Bush To Congress: Don’t Cross Turks On Armenians

by Frank James

Baltimore Sun
O ct 10 2007

Much of the world acknowledges the genocide of as many as 1.5 million
Armenians by Ottoman Turks between 1915 and 1923 , a genocide that’s
often called the first in a century of genocides–the 20th century.

But it’s taboo to talk about the genocide in Turkey where many Turks
deny the mass murders ever happened.

And apparently, because of increasing pressure from Turkey, it’s now
taboo as well for the U.S. Congress to pass a resolution calling on
Bush Administration foreign policy to take account of the Armenian

President Bush came as close as a president comes to publicly begging
Congress not to pass the resolution.

House Resolution 106, which is to be considered this afternoon by
the House Foreign Affairs Committee, starts thusly:

Calling upon the President to ensure that the foreign policy of the
United States reflects appropriate understanding and sensitivity
concerning issues related to human rights, ethnic cleansing, and
genocide documented in the United States record relating to the
Armenian Genocide, and for other purposes.

That language seems straightforward enough. But the Turkish government
so fiercely opposes the resolution that U.S. officials have clearly
been warned that the resolution’s passage could jeopardize Turkish
cooperation on Iraq.

That would be disastrous for U.S. troops in Iraq since much of the
materiel and oil that keeps them going passes through Turkey, the
U.S.’s longtime and NATO member.

So worried is the Bush Administration, that President Bush appended
some remarks about his opposition to the resolution to comments he
made this morning on the South Lawn on a completely different matter,
improvements to the Foreign Intelligence Surveillance Act:

Bush said:

On another issue before Congress, I urge members to oppose the Armenian
genocide resolution now being considered by the House Foreign Affairs
Committee. We all deeply regret the tragic suffering of the Armenian
people that began in 1915. This resolution is not the right response
to these historic mass killings, and its passage would do great harm to
our relations with a key ally in NATO and in the global war on terror.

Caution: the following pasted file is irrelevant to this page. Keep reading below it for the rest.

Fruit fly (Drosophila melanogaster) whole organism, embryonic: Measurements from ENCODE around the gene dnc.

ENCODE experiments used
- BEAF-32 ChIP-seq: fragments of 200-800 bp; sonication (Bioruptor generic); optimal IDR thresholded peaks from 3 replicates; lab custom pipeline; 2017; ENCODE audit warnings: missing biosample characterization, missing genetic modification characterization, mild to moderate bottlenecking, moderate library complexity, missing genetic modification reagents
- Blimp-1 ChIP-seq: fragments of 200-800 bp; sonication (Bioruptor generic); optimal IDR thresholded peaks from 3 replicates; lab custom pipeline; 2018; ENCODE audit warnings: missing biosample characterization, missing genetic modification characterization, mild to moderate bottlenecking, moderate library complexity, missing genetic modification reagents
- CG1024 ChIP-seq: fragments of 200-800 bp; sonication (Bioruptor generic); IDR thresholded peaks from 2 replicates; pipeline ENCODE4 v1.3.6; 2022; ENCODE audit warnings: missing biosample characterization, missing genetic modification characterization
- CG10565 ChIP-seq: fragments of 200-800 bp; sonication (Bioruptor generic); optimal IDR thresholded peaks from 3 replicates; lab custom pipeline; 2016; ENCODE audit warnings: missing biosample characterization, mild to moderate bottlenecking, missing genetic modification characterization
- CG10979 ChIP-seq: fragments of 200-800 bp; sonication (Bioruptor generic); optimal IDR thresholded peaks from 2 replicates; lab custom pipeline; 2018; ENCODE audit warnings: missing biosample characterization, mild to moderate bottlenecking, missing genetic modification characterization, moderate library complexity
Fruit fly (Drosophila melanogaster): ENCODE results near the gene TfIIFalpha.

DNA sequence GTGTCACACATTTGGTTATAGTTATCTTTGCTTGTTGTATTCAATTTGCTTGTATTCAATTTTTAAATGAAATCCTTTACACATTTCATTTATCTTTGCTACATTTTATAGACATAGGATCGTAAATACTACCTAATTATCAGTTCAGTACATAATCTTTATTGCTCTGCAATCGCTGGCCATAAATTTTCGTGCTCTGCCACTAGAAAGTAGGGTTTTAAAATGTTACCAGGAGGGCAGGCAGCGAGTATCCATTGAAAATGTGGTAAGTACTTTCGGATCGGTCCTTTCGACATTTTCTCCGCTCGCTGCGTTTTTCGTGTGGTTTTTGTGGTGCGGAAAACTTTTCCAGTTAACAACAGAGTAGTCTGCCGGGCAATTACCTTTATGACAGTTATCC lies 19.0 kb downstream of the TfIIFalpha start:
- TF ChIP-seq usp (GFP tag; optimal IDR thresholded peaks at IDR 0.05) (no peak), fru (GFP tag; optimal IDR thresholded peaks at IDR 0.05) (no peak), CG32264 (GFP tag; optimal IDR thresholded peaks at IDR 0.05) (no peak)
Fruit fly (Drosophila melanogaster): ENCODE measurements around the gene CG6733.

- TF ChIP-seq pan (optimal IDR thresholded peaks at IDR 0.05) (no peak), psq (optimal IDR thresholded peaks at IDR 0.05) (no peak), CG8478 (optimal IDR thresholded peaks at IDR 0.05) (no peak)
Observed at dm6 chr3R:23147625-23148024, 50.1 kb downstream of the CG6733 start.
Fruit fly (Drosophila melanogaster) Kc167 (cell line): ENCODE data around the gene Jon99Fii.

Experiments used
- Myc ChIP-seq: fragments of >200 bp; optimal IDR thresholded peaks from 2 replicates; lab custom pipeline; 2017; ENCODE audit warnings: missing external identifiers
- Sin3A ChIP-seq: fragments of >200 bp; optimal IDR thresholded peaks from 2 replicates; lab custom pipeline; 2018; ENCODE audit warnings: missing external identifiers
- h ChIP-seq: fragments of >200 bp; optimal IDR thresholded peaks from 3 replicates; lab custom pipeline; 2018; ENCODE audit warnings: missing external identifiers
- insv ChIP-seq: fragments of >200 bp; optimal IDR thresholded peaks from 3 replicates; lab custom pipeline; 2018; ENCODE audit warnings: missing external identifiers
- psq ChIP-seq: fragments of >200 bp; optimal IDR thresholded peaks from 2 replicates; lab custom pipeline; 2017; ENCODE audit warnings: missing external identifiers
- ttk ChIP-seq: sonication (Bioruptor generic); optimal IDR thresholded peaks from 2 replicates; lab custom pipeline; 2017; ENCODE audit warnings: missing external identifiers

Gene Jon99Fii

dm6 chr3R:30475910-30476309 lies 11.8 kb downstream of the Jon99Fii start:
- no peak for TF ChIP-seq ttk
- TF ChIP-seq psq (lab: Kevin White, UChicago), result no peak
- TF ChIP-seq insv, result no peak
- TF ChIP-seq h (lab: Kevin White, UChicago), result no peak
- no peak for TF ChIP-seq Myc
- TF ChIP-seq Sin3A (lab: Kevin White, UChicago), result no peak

To drive home the message he sent Secretary of State Condoleezza Rice
and Defense Secretary Robert Gates out to underscore the difficulties
that would be created for U.S. efforts in Iraq if Turkey decides to
stop cooperating with the U.S. SEC. RICE: We have just come from
a meeting with the president and from a meeting with our team in
Iraq and in the field, and we just wanted to make a brief comment
about the Armenian Genocide Resolution that is before the House
of Representatives Foreign Affairs Committee today. And we are
all in agreement that the passage of this resolution would be very
destabilizing to our efforts in the Middle East, very destabilizing to
our efforts in Iraq and Afghanistan, because Turkey, as an important
strategic ally, is very critical in supporting the efforts that we
are making in these crucial areas.

I just want to note that General Petraeus and Ambassador Crocker
brought up the issue of this Armenian Genocide Resolution, as did
Admiral Fallon, and ask that we do everything that we could to make
certain that it does not pass.

I’m going to turn to Secretary Gates. But let me just say that this is
not because the United States fails to recognize the terrible tragedy
of 1915, the mass killings that took place there, that President Bush
had spoken about this issue repeatedly throughout his presidency. We
have encouraged the Turkish government to work with the Armenian
government to put together a way to overcome and reconcile these
horrible — this horrible past and these terrible differences. We
believe that there is some improvement in Turkish- Armenian relations.

So this is not to ignore what was a really terrible situation. And
we recognize the feelings of those who want to express their concern
and their disdain for what happened many years ago. But the passage
of this resolution at this time would indeed be very problematic
for everything that we are trying to do in the Middle East because
we are very dependent on a good Turkish strategic ally to help with
our efforts.

And maybe I could turn to Secretary Gates for a couple of comments.

SEC. GATES: Just a word or two. The reason that the commanders raised
this issue as our heavy dependence on Turkey in terms of resupply in
Iraq — about 70 percent of all air cargo going into Iraq comes —
goes through Turkey; about a third of the fuel that they consume goes
through Turkey or comes from Turkey. They believe clearly that access
to airfields and to the roads and so on in Turkey would be very much
put at risk if this resolution passes and the Turks react as strongly
as we believe they will.

Just one other small fact is that, as you know, we’re airlifting these
MRAPs, these Mine Resistant Ambush Protected vehicles, right now into
Iraq; 95 percent of those MRAPs going into Iraq right now are flying
— are being flown in through Turkey. And so our heavy dependence on
the Turks for access is really the reason the commanders raised this
and why we’re so concerned about the resolution.

Since what’s on the table in the House is a resolution that doesn’t
need a presidential signature, not a bill making law, the president
can’t exercise a veto like he has recently on legislation he has
found objectionable.

All he can do is jawbone Congress and raise the prospect of the U.S.

military being punished if Turkey retaliates, which the administration
clearly believes is likely judging by the urgency it attaches to
this issue.

To many minds, the situation the U.S. finds itself in with Turkey is
akin to being blackmailed.

"Is Turkey blackmailiing the U.S.?" a reporter asked White House
Press Secretary Dana Perino at today’s press briefing.

"Absolutely not," she said.